Wednesday, 18 July 2018

  • July 18, 2018
  • Iraq Solidarity News (Al-Thawra)
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I would like to applaud Iraq’s Yezidi’s, for their plans to establish a museum in Iraq, that documents the crimes of ISIS. 

The Islamic State in Iraq, was made up of Jihadists from around the world and included a known 800 people, from across the UK. 

The first organisation, to begin documenting the crimes of ISIS, was the US Holocaust Memorial Museum in 2014 - alongside the Iraqi and Kurdish authorities. 

As Vian Dakhil, Member of Parliament in Iraq, stated at the USHMM: “This is not just terrorism. This is genocide.” The US based Museum also stated, “along with (persecuting) Yazidis and Christians, ISIS has also targeted Shiite Muslims, Shabaks, and Turkmen." The Museum also called upon the international community to "protect” them from ISIS “genocide”. 

Within Great Britain, the only organisation to include actions of “genocide” in Iraq, within a UK based educational setting, are the Anne Frank Trust UK; which includes Iraq in the exhibition Anne Frank +You, that tours British schools, colleges, universities and community spaces.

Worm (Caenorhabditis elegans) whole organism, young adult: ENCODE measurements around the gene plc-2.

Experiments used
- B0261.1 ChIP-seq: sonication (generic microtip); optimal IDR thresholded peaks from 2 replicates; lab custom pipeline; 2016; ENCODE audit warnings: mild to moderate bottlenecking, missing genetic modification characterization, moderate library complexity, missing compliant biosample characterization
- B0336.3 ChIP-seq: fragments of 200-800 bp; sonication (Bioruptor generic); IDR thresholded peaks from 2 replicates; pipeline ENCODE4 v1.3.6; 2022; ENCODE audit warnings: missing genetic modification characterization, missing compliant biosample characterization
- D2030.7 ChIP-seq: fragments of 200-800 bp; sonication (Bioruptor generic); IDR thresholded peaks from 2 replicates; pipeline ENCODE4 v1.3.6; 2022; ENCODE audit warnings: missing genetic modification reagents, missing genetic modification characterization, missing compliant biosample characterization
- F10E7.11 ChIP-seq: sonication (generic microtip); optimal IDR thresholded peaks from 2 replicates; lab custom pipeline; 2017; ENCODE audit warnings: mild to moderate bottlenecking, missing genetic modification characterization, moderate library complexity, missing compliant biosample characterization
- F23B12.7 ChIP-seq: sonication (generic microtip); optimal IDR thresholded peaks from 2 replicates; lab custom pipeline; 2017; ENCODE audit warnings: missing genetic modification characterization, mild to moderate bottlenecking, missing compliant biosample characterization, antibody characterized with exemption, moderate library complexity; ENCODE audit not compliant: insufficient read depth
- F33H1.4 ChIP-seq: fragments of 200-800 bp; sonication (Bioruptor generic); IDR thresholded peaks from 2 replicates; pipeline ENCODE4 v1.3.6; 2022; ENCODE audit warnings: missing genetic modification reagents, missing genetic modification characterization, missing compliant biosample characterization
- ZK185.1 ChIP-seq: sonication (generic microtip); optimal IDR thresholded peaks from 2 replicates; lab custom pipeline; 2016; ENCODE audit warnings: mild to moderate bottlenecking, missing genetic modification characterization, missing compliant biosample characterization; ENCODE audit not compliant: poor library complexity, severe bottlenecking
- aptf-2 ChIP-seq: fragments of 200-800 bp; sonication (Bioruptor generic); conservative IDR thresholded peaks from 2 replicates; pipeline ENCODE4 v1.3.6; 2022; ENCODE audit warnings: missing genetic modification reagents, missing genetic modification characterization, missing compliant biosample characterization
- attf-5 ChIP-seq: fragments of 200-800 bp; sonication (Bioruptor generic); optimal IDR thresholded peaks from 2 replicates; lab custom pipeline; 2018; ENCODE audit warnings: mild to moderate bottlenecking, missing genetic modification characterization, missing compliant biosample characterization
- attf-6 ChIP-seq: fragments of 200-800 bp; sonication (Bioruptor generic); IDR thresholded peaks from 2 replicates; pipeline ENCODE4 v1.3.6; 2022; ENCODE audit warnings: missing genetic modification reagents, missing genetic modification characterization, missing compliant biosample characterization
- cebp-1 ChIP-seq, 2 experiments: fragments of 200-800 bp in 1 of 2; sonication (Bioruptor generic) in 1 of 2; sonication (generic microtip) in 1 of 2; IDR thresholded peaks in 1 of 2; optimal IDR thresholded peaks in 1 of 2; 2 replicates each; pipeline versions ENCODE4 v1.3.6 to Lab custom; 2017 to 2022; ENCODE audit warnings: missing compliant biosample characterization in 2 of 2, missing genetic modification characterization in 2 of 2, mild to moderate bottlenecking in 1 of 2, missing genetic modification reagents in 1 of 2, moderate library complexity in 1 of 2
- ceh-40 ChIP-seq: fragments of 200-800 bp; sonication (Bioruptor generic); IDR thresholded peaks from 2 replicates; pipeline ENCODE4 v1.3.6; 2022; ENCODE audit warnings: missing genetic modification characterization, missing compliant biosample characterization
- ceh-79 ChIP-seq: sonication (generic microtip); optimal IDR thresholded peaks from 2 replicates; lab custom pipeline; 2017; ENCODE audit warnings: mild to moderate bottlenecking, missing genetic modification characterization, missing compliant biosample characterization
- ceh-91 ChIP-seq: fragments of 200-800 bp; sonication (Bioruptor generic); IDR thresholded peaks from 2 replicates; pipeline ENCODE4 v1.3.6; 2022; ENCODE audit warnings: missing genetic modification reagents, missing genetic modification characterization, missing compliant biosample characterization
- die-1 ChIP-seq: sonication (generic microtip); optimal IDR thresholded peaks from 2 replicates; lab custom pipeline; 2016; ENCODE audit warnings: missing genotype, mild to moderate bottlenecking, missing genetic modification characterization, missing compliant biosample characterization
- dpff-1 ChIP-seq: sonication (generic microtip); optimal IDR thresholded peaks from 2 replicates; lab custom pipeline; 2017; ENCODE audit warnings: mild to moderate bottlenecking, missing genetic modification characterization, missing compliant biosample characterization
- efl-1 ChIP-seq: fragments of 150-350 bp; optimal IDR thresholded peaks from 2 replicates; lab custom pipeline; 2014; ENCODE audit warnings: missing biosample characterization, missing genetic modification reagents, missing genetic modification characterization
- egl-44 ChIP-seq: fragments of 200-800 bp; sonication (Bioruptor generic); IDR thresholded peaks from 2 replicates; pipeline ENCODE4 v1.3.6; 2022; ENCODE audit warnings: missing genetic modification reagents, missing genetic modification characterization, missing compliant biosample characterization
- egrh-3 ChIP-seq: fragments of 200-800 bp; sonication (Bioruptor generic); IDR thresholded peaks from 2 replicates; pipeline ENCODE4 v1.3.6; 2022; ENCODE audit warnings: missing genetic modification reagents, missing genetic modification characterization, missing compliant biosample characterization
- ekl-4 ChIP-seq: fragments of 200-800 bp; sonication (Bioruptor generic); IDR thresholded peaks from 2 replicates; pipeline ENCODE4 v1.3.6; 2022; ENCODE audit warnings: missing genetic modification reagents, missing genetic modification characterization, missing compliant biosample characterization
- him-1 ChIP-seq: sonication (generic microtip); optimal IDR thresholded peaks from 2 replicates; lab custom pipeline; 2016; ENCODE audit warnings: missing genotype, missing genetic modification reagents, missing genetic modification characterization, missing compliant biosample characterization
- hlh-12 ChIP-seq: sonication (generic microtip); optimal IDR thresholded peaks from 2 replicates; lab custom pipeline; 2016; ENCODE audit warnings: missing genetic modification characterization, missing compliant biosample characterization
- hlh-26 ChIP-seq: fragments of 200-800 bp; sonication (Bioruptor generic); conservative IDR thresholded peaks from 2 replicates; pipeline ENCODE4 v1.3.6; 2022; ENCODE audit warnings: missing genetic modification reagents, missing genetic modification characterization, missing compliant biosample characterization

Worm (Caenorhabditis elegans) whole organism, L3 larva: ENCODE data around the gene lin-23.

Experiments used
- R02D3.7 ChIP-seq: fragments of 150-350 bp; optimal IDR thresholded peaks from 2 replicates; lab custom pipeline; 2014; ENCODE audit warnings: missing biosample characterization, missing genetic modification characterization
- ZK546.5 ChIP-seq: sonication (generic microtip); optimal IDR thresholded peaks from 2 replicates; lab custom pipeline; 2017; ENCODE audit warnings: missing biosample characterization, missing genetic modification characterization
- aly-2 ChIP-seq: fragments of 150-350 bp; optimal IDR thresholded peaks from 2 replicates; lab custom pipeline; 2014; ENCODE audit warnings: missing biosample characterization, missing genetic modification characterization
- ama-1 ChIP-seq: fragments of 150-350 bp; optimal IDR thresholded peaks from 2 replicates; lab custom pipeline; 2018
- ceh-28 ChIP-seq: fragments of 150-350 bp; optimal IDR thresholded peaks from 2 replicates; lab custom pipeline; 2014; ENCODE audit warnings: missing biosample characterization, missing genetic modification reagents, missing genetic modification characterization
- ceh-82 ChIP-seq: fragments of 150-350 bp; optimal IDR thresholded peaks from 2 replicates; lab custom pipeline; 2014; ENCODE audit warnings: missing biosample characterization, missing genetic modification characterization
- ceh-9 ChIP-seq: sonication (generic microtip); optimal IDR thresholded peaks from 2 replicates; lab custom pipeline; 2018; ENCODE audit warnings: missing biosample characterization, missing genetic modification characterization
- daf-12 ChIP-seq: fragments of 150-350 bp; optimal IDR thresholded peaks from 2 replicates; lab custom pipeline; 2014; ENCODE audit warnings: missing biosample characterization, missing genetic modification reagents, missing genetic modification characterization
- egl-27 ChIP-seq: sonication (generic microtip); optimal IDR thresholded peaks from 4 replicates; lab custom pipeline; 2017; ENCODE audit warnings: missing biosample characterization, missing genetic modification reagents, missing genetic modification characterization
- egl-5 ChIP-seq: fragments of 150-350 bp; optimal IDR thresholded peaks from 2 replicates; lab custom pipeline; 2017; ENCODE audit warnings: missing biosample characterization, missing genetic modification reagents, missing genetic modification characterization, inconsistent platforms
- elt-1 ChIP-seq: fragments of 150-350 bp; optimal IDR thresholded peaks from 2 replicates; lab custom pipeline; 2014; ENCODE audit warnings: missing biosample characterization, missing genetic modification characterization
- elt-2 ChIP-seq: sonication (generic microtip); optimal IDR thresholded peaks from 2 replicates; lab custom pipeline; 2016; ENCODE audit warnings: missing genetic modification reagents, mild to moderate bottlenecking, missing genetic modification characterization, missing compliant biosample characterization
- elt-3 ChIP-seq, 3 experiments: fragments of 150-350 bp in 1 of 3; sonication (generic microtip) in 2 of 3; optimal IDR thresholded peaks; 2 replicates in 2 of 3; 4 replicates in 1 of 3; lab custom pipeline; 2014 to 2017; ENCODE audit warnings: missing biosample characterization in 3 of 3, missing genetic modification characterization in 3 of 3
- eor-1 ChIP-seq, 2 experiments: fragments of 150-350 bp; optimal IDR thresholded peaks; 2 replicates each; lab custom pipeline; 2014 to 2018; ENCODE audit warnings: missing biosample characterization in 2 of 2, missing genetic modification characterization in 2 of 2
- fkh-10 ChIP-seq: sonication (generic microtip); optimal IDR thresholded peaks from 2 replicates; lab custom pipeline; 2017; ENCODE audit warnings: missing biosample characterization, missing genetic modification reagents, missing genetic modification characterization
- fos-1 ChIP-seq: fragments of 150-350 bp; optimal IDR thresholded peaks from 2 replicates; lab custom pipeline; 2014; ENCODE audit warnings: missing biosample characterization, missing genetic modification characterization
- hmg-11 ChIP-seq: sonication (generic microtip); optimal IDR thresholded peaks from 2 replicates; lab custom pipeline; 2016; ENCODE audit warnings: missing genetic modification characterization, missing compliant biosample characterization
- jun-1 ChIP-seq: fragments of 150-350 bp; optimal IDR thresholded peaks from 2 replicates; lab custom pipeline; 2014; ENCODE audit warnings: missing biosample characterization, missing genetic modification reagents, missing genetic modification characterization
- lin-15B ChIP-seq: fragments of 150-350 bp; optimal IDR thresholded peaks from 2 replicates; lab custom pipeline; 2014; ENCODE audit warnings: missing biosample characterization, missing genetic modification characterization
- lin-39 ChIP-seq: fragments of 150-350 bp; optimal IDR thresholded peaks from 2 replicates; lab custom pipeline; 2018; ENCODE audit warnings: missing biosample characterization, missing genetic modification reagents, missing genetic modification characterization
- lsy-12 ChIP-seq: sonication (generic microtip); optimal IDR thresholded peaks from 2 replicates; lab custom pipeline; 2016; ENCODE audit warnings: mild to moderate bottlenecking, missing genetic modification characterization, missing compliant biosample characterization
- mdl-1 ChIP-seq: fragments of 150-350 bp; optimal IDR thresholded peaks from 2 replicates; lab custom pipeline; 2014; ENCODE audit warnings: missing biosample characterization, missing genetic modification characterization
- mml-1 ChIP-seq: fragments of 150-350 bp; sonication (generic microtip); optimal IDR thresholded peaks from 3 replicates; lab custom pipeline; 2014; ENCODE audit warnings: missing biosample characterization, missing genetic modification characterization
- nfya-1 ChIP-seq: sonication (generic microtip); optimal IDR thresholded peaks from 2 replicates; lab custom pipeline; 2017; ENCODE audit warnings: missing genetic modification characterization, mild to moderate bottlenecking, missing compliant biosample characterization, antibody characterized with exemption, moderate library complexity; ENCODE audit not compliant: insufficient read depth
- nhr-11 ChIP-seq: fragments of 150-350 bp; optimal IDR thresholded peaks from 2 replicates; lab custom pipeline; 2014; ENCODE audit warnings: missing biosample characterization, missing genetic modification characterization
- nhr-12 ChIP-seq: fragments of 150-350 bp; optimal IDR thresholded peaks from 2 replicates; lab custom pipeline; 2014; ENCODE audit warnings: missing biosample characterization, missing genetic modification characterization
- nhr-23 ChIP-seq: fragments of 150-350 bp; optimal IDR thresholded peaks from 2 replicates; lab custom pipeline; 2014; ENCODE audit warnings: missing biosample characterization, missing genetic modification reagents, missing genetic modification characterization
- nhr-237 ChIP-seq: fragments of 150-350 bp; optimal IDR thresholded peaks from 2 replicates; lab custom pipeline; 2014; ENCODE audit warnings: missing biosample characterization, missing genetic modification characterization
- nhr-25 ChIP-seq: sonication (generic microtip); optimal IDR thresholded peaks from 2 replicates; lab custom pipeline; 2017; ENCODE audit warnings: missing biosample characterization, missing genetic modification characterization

Hussein Al-alak is the editor of Iraq Solidarity News (Al-Thawra)


Tuesday, 17 July 2018

  • July 17, 2018
  • Iraq Solidarity News (Al-Thawra)
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On Thursday 19th July, myself and Tracy Hollowood are taking part in the Run Media City 5K - to raise awareness of the educational achievements and mental health services of the AMAR Foundation in Iraq. 

This run is different to my involvement on the Great Manchester Run in May - as this time we are paying tribute to the North of England's relationship, with Iraq and the wider Middle East. As John F Kennedy stated; "geography has made us neighbours" and "history has made us friends". 

The reasons for this start with Notitia Dignitatum, a Roman document from around AD400, which describes how Roman Mesopotamian's -modern day Iraqi's- patrolled the UK's South Shields, whilst bargemen from Iraq's famous Tigris River once patrolled the River Tyne.